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Western Europe / UK

Brexit continues its assault on UK manufacturing

January saw the biggest drop in manufacturing exports from the UK to the EU since 1997. With excessive paperwork plaguing the industry, could Covid-19 offer it some space to work through issues within the Brexit deal?

Brexit-lorry-exports
A truck driver in the shellfish industry protests about post-Brexit export restrictions. The UK saw a large dip in exports to the EU in January. (Photo by Tolga Akmen/AFP via Getty Images)

The long-expected impact of Brexit on the UK’s manufacturing sector was inarguably felt in January 2021. The Office for National Statistics (ONS) reported on 12 March that the first month spent outside of the EU had seen goods exports between the UK and the EU fall by 40.7% in January alone. Alongside this, imports fell by 28.8%.

Despite Covid-19 continuing its assault on industry and economy, this 40.7% drop was the largest recorded since 1997. The value of goods not exported to the EU was £5.6bn and the drop in imports value was £6.6bn. With both sides of the border feeling the pinch of Brexit in January, its impact on industry isn’t set to diminish.

Paperwork plagues British manufacturers

Stephen Phipson, CEO of Make UK, a body that represents manufacturers from the country, outlines how British businesses have been coping since Brexit came into play. “[British manufacturers] are falling into two groups at the moment,” he says. “Larger companies are generally coping with the impact because they have got the resources to be able to work through it. Smaller companies, and supply chain companies in particular, don’t have the same resources.”

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The new customs paperwork is very challenging to navigate without some expertise in the house. Stephen Phipson, Make UK

When the deal was first published at the end of 2020, there were concerns that excessive bureaucracy would drain manufacturers’ already limited time. Three months later, and these concerns continue to plague manufacturers on either side of the border.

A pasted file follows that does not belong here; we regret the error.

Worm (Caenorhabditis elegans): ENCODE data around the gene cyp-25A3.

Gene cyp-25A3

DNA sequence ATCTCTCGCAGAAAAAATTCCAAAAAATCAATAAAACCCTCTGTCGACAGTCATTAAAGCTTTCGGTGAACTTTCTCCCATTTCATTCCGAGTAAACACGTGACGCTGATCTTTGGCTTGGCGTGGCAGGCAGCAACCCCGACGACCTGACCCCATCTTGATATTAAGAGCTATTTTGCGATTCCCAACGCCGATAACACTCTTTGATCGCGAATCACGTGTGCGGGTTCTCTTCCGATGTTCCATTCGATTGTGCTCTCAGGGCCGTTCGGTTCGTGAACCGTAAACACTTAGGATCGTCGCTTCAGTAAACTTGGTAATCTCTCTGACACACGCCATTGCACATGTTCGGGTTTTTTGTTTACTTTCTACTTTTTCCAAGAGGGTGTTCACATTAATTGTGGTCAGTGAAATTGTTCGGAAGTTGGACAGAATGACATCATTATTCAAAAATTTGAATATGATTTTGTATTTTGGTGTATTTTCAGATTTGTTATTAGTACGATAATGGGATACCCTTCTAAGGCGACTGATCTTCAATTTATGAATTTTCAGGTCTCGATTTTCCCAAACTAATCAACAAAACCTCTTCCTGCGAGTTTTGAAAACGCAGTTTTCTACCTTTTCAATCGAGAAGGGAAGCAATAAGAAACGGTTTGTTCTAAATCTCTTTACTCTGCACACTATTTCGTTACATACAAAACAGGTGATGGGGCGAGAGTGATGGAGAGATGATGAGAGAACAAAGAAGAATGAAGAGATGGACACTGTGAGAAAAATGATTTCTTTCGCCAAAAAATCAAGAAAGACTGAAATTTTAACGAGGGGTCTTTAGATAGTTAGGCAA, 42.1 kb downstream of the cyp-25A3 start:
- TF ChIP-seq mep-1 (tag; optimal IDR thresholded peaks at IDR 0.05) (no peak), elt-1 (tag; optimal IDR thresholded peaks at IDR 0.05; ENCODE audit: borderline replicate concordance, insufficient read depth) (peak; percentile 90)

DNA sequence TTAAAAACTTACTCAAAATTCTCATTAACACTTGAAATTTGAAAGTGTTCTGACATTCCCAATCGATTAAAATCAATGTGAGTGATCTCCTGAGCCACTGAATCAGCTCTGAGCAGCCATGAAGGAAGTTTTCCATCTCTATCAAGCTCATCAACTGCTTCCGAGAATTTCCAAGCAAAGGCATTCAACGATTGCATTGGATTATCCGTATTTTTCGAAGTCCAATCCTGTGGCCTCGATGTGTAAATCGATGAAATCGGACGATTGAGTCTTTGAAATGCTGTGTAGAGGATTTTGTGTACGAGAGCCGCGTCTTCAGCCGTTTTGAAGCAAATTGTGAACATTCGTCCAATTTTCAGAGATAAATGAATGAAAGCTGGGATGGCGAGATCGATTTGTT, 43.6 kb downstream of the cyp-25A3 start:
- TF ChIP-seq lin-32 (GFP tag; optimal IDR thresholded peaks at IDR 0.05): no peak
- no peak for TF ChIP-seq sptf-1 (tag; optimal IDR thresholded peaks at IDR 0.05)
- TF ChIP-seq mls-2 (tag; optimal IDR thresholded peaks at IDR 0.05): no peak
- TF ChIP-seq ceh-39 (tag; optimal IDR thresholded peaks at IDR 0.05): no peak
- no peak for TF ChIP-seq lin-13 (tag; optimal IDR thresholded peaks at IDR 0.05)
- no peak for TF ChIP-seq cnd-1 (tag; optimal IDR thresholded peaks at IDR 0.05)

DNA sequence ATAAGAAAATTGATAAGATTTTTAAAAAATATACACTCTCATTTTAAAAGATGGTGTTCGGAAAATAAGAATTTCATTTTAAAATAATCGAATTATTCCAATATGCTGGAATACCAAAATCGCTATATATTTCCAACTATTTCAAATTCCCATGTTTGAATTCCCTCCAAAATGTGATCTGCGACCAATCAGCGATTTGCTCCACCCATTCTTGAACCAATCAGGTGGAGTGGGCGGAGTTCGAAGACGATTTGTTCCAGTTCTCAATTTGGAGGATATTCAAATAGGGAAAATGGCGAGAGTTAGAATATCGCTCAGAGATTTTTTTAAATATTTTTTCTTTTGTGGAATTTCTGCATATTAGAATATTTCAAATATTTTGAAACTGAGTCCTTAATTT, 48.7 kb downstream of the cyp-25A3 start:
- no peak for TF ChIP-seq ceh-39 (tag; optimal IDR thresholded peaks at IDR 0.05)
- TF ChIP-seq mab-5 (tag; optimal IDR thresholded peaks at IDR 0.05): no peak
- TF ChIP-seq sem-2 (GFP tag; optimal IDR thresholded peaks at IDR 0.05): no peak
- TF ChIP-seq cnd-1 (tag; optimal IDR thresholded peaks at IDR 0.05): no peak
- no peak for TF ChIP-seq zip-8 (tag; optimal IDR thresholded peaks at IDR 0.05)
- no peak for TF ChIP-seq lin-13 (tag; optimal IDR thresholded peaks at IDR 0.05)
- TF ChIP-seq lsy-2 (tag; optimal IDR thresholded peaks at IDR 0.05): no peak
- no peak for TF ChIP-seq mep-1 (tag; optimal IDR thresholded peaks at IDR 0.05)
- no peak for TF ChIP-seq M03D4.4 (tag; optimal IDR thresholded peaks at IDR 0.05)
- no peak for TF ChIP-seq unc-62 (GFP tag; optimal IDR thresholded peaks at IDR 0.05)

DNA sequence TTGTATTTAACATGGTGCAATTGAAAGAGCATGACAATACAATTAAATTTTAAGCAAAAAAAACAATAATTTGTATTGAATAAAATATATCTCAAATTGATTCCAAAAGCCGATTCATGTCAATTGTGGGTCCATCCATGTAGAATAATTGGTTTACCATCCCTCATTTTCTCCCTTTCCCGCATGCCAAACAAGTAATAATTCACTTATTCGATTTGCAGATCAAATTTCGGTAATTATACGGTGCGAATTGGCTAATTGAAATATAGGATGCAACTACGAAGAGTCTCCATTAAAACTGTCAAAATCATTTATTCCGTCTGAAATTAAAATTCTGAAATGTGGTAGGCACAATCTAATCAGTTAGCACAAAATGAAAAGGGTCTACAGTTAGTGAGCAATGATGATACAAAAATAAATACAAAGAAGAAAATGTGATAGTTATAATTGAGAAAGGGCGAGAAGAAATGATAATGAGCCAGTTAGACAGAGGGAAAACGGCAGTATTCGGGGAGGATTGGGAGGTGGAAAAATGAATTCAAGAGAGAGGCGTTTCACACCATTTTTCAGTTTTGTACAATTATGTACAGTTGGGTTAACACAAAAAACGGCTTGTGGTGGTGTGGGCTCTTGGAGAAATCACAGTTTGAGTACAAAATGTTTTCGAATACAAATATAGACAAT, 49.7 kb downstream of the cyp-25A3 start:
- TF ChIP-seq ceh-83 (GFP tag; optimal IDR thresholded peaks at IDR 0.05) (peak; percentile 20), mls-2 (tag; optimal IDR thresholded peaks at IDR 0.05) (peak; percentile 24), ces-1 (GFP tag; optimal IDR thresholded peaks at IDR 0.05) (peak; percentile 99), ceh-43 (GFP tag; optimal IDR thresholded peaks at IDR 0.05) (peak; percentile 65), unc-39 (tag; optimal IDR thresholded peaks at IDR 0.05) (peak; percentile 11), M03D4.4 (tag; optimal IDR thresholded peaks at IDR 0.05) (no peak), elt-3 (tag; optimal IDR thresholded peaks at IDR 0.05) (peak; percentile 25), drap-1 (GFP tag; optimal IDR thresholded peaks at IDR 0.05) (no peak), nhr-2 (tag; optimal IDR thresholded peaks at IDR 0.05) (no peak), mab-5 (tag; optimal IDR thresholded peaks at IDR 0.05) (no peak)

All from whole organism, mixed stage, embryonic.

Phipson says: “The new customs paperwork is very challenging to navigate without some expertise in the house. Even though the government has published a lot of guides, it has proven to be really difficult.”

The problems with paperwork extend beyond the British border, according to Martin Kaspar, head of business development at a German mittelstand company and a foreign direct investment (FDI) specialist. “The UK-EU deal in a way isn’t even the issue, it is the people simply failing to deal with customs papers,” he says. “The logistics problems we are seeing are in part due to companies not getting to grips with the new requirements… and that is on both sides of the border. The Europeans as much as the British.”

Confusion over rules of origin

One particular bone of contention is a mass misunderstanding of rules of origin. Phipson says: “The rules of origin requirements are causing the greatest concern. That is where the majority of the drop-off is, where people haven’t been able to comply with paperwork. I think the UK government needs to communicate much better and there needs to be more tools for helping businesses navigate that.”